Even before COVID-19, private investment in software as a service (SaaS) companies was accelerating, both in terms of activity and valuation. Coming out of the pandemic, mission-critical and subscription-based software businesses are likely to become an even more desirable strategy as investors seek recession-resistant platforms anchored by strong recurring revenue and upside potential.
This investment thesis is entirely dependent on a target company’s ability to sustain strong recurring revenue by retaining its customer base, particularly top accounts which often generate a disproportionately high percentage of revenue (we typically observe the top 25% of the customer base generates 89% of revenue). For this reason, it is essential for investors to mitigate customer concentration risk as the loss of a top account has the potential to materially impact EBITDA.
Relying solely on churn to understand the stability of customer relationships is like looking at a flaming car through the rear-view mirror.
Therefore, customer churn is a vital metric for SaaS investors to understand. However, relying solely on churn to understand the stability of customer relationships is like looking at a flaming car through the rear-view mirror. It doesn’t tell us what caused the accident and looking in the past for too long can distract us from threats in our immediate future.
In most B2B sectors, overlaying churn with customer loyalty measurements like the Net Promoter Score (NPS) helps tell a more holistic story. Combined, these two metrics can predict future churn while also identifying specific steps that can be taken to mitigate it post-close.
However, in the SaaS space, loyalty has not proven to be a reliable predictor of churn. Across our sample of 28 SaaS customer due diligence engagements, there is a nearly non-existent relationship between these two variables. Why? Because the tremendously high cost and burden of switching SaaS providers have the potential to generate stickiness even in instances where customers are extraordinarily disloyal.
Just like people hanging on to their AOL.com email addresses, simply the thought of switching can outweigh the benefit of switching. Another example: we recently worked on a SaaS transaction where the target company registered a -52 NPS, the worst we have ever observed across hundreds of deals. Still, more than 80% of the customers we interviewed said they were “very likely” to renew their contract at the end of the current term. As one highly dissatisfied customer put it, “Once you get integrated with a technology company it’s hard to break away. Changing technology vendors is very difficult. We've invested a lot of money with them and there are not a lot of companies that can do what they do. It is what it is.”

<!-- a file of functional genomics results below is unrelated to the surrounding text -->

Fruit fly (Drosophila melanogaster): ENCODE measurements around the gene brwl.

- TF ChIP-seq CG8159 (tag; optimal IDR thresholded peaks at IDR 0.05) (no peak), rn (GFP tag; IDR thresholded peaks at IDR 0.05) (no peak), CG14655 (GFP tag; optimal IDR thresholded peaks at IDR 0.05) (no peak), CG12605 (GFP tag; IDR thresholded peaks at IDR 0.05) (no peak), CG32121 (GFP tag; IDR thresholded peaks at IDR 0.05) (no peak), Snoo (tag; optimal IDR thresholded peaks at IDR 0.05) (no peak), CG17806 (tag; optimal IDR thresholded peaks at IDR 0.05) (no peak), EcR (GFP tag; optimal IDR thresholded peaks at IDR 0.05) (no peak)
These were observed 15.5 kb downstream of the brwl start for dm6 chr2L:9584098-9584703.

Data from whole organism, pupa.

Just like people hanging on to their AOL.com email addresses, simply the thought of switching can outweigh the benefit of switching.
But as we all know, hope is not a strategy and expecting dissatisfied customers – and the recurring revenue they generate – to be retained throughout the holding period is not good business, especially in a space with both high levels of consolidation and a constant trickle of new competitors.
If NPS isn’t predictive of churn, does that mean it isn’t a valuable tool in the SaaS space? Not at all, it just means we have to dig deeper and broader to understand the drivers of – and barriers to – customer loyalty and lifetime value. Here is a series of questions to ask a target’s customers the next time you’re considering a SaaS investment:
1. Is there trust and integrity? Do customers question the ethics and integrity of the management team and their primary contacts? Are promises being kept?
2.Is there a viable product? Are the fundamentals of the customer experience meeting expectations? Where are there performance gaps and what has to be done to close them?
3.Is there a commitment to service? Does the company stand behind its product with strong implementation, training, development, and technical support? Are problems resolved quickly and effectively?
4.Is there a mutually beneficial relationship? Does the company give the customer a competitive advantage? Is the customer willing to pay a premium for the product?
5. Is there upside potential? What innovation or new product development opportunities exist? Are there cross-sell/up-sell opportunities?
Through the process of engaging in in-depth discussions with decisions makers at a target’s top accounts, insights can be collected to not only help investors validate the investment thesis pre-close, but they also add value well beyond closing since management teams have the feedback to start building relationships that are sticky both out of necessity but also by choice.